It was previewed at CES last year, but the final details of the Kodak Super 8 camera have finally been released. We managed to try it out on the Kodak stand at CES 2017 and find out just how it merges the world of film and digital film making.
They say ‘nostalgia sells’ and with this in mind Kodak hasn’t steered too far from the look and feel of a late 1970s Super 8 camera. The design is very box-like, with the traditional leaning handle protruding from the bottom of the camera. It even has a retro style monochrome Kodak logo on the side. Throw in the top mounted handle and it would be easy, from a distance, to mistake this for a genuine vintage camera.
However, on closer inspection the camera has some extremely modern twists. The fold-out LCD screen is the most obvious inclusion. But even the screen gives you the feel of using a vintage product. The electronic image can only be created when light reaches the sensor when the shutter is open. As a result there is a slight flicker on the display, just like we typically associate with cine film projections.
The LCD screen also provides the camera’s menu options, which are controlled with an Apple iPod style control wheel and centre button. As standard Super 8mm film doesn’t record audio, the Kodak camera has a built-in microphone and an SD card socket. Audio is captured and saved to the card automatically, with markers on the edge of the film so that the audio can be synced when processing. There are also headphone and microphone sockets, a LANC socket – to add an external trigger button – and even an HDMI out for the digital display. Speaking of triggers, there’s one situated on the camera’s handle, another on the top of the camera body, and a further one on the top mounted handle.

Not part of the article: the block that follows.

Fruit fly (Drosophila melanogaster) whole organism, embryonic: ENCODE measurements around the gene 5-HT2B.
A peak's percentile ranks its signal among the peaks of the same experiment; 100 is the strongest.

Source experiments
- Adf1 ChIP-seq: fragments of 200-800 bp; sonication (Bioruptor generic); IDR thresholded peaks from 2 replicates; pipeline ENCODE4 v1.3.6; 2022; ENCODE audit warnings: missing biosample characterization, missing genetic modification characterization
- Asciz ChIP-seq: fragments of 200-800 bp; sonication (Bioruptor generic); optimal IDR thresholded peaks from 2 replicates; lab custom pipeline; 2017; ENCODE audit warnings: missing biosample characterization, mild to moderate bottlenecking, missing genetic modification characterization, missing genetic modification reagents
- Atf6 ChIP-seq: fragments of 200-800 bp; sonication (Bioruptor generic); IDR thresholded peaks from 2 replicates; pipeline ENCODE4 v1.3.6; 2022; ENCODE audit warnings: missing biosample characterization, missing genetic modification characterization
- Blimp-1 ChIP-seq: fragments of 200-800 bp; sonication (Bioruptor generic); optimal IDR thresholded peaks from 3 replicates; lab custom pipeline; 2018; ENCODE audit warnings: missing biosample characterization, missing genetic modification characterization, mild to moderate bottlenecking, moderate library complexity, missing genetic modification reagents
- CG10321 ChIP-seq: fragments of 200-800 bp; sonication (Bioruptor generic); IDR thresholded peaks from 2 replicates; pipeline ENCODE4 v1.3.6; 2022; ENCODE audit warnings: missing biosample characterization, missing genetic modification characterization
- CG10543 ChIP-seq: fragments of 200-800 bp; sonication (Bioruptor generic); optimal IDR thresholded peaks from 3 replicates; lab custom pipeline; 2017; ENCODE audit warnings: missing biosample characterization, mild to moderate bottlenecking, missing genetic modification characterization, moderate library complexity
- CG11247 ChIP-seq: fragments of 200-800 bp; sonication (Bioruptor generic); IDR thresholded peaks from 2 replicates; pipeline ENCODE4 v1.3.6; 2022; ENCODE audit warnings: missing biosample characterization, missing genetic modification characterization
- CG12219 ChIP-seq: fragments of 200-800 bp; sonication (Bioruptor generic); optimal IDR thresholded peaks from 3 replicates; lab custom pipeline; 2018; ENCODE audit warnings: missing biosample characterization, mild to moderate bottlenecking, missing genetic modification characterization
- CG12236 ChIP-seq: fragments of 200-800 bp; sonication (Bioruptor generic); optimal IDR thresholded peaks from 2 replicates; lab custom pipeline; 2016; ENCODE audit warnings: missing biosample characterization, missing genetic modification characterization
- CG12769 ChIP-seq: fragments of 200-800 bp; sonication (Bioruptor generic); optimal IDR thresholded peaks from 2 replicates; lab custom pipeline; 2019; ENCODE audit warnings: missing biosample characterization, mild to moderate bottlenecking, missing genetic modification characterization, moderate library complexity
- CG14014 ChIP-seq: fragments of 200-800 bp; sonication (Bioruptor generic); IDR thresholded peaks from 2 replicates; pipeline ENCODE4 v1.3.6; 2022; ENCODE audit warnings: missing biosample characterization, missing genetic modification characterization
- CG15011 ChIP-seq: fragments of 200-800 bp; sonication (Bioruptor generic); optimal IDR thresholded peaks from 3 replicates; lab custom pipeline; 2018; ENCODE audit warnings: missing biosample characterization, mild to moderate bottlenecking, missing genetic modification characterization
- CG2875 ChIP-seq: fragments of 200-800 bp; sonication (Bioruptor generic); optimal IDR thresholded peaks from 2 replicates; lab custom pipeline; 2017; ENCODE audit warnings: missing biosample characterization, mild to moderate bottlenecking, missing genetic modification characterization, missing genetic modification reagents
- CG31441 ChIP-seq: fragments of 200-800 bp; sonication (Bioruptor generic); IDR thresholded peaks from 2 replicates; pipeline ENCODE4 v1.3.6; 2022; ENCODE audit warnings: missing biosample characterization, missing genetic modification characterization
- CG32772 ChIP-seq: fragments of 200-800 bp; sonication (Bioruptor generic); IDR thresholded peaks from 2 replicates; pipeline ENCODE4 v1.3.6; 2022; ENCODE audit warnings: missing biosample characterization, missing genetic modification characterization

Powering the camera is a 7,200 mAh internal battery. The battery is quoted as being able to shoot around 12 Super 8mm cartridges before you will need to use micro USB to recharge it. Recharging to full from empty takes about 3.5 hours.
Optically, the camera has a C-Mount, and there is obviously a wealth of old lenses that can be used with it. Packaged with the camera is a Ricoh 6mm f1.2, which is around the equivalent of a 35mm lens on a full frame sensor camera. Kodak was showing off various third-party mount lenses used via C-mount adapters, which could create some interesting lens combinations. Just remember that the crop factor compared to 35mm is around 6x, so a 50mm lens mounted to the Kodak Super 8 camera will be the equivalent of using 300mm lens on a full frame DSLR. Similarly a 300mm lens will be 1,800mm equivalent, but we wouldn’t suggest that. If you do give it a try, we suggest you remove the handle from the bottom of the camera and use the tripod mount.
The big question is about Super 8mm film stock – exactly what is available? Kodak list a number of Super 8mm films on their website, and the camera takes standard Super 8 50 FT / 15 M cartridges and can shoot at 18, 24, 25 or 36 FPS. Once the film has been shot you can send it to Kodak and they will process the film for you and return it – just like the good ol’days. They will also scan and upload the film to their online customer portal. There will be more details on this system in the coming months.
It won’t be long before the Kodak Super 8 camera hits the shelves, with it expected to start shipping in Spring 2017. And the price? Cost for the basic black or white version of the camera has not yet been decided, but there is a limited edition Space Grey version, with a leather finish on the grip (which you can see in our video above). This version will cost around US $2,000.
They say ‘nostalgia sells’ but at $2,000 it will be interesting to see how much it will sell. Nonetheless, the Kodak Super 8 camera seems like a genuinely interesting product that takes the best features of 8mm cine cameras and combines them with the modern convenience of digital filmmaking. I can’t wait to try it out.
For the full details of the Kodak Super 8 camera see the Kodak website